Kevin and I recently took a bit of a holiday and spent a week and a half socially distancing at self-catering holiday accommodation. If you’ve been wondering why we were so quiet, it’s because we were enjoying breath-taking views in the Vanrhynsdorp and Elgin areas of South Africa (road trip!). When we got back from our break, Kevin got straight back to work on electrics for the next section of the container house project. I decided to rather ease myself back into the work and helped Cindy repaint a wine half-barrel table.
What’s The Table For?
The wine half-barrel table is a nice little addition to Cindy’s patio area. Of course, if we were to actually “restore” it we would have had to replace some of the wood. The elements have affected the barrel. We really don’t think think that it is worth all that trouble, so we made a quick afternoon project out of it.
The nicest thing about the patio area during this time of year (winter, Southern Hemisphere) is that it gets a lot of sunshine. There’s nothing better than sitting out there and thawing out your toes while drinking some hot coffee. Therefore, the table is a fabulous and useful addition. (Shout out to my sister who originally owned the table).
A bonus on this project, is that the table can be easily replicated if you’re looking for a different table idea. In the Cape Town area it’s not too difficult to find wine half-barrels.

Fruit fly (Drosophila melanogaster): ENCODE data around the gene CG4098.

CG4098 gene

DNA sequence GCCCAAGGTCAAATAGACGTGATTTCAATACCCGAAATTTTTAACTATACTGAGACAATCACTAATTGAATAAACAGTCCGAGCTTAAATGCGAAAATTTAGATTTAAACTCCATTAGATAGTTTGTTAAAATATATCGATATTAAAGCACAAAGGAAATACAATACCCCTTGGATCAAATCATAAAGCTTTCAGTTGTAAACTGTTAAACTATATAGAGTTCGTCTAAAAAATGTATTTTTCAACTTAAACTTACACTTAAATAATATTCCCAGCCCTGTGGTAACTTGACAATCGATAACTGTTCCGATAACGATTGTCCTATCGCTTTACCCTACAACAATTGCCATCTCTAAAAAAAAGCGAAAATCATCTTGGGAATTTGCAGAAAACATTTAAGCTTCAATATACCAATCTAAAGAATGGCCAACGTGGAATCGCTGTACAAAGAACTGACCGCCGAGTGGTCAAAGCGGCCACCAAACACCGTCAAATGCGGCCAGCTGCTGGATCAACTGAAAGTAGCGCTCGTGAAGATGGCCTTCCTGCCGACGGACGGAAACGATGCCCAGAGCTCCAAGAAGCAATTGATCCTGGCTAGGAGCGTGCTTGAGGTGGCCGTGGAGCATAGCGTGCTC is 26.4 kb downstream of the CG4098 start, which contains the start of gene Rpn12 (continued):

We didn’t spend much time on the barrel itself. There’s not too much to tell you about the repainting process. We used sandpaper to sand off the loose paint and crumbly sections of wood. After that we masked off the barrel rings. We did not repaint the rings; we left them as is. Cindy and I painted the barrel inside and out using a turpentine based paint.
We left the paint to dry for a few days before cleaning the glass and popping it in.
If you’re looking to make a wine half-barrel table like this, you might want to know what the glass sits on. On the inside of the barrel four flat, metal pins are driven into the wooden slats. The glass sits on that. Those plastic stoppers that you add to the inside of cupboards to stop the doors banging when they close are perfect for protecting the glass from the metal pins.
It looks quite different from the day we installed the sliding door!